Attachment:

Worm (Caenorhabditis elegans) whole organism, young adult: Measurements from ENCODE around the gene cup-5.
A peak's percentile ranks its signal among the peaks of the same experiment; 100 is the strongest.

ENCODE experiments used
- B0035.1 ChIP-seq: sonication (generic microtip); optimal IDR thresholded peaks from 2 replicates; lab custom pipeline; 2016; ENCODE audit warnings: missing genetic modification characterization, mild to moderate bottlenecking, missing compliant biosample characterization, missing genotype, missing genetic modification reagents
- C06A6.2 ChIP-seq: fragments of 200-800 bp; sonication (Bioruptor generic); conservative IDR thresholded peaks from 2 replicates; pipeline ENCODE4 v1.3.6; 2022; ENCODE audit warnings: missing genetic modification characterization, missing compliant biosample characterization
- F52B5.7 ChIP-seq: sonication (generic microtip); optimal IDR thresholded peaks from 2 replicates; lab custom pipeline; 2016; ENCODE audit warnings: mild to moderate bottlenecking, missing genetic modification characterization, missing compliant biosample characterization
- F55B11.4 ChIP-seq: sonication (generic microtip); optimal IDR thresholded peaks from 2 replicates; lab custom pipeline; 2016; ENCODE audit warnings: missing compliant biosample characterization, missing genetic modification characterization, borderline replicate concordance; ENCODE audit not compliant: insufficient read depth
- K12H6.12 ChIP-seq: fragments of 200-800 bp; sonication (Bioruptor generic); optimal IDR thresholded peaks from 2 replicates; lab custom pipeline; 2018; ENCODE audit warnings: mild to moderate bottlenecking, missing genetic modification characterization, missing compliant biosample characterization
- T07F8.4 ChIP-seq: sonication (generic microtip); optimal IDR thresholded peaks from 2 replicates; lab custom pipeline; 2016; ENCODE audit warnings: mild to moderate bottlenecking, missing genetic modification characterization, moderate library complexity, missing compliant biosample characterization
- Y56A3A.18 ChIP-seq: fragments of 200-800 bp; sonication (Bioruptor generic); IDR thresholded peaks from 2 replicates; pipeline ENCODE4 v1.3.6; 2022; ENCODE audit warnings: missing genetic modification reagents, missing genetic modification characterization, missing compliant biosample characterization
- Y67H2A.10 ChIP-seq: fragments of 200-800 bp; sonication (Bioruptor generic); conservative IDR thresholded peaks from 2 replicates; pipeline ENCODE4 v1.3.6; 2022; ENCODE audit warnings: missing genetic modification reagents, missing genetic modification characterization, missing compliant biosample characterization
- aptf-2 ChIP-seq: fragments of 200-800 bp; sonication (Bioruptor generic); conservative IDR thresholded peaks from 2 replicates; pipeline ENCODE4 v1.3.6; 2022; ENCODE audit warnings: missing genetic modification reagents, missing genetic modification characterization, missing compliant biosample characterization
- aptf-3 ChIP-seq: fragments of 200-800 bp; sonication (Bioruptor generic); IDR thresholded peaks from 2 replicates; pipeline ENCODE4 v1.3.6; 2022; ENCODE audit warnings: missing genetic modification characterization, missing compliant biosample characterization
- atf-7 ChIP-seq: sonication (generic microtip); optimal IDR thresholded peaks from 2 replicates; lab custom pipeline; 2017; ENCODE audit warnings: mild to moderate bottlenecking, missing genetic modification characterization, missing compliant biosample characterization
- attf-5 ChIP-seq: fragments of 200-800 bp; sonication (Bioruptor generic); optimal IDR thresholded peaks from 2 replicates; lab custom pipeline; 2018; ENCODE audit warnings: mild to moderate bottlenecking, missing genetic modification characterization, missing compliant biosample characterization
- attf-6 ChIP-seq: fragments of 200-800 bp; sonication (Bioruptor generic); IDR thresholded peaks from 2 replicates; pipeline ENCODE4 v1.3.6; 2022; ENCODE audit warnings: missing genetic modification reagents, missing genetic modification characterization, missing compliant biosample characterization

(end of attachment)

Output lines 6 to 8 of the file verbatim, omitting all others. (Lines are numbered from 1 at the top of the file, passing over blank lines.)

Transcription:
- F52B5.7 ChIP-seq: sonication (generic microtip); optimal IDR thresholded peaks from 2 replicates; lab custom pipeline; 2016; ENCODE audit warnings: mild to moderate bottlenecking, missing genetic modification characterization, missing compliant biosample characterization
- F55B11.4 ChIP-seq: sonication (generic microtip); optimal IDR thresholded peaks from 2 replicates; lab custom pipeline; 2016; ENCODE audit warnings: missing compliant biosample characterization, missing genetic modification characterization, borderline replicate concordance; ENCODE audit not compliant: insufficient read depth
- K12H6.12 ChIP-seq: fragments of 200-800 bp; sonication (Bioruptor generic); optimal IDR thresholded peaks from 2 replicates; lab custom pipeline; 2018; ENCODE audit warnings: mild to moderate bottlenecking, missing genetic modification characterization, missing compliant biosample characterization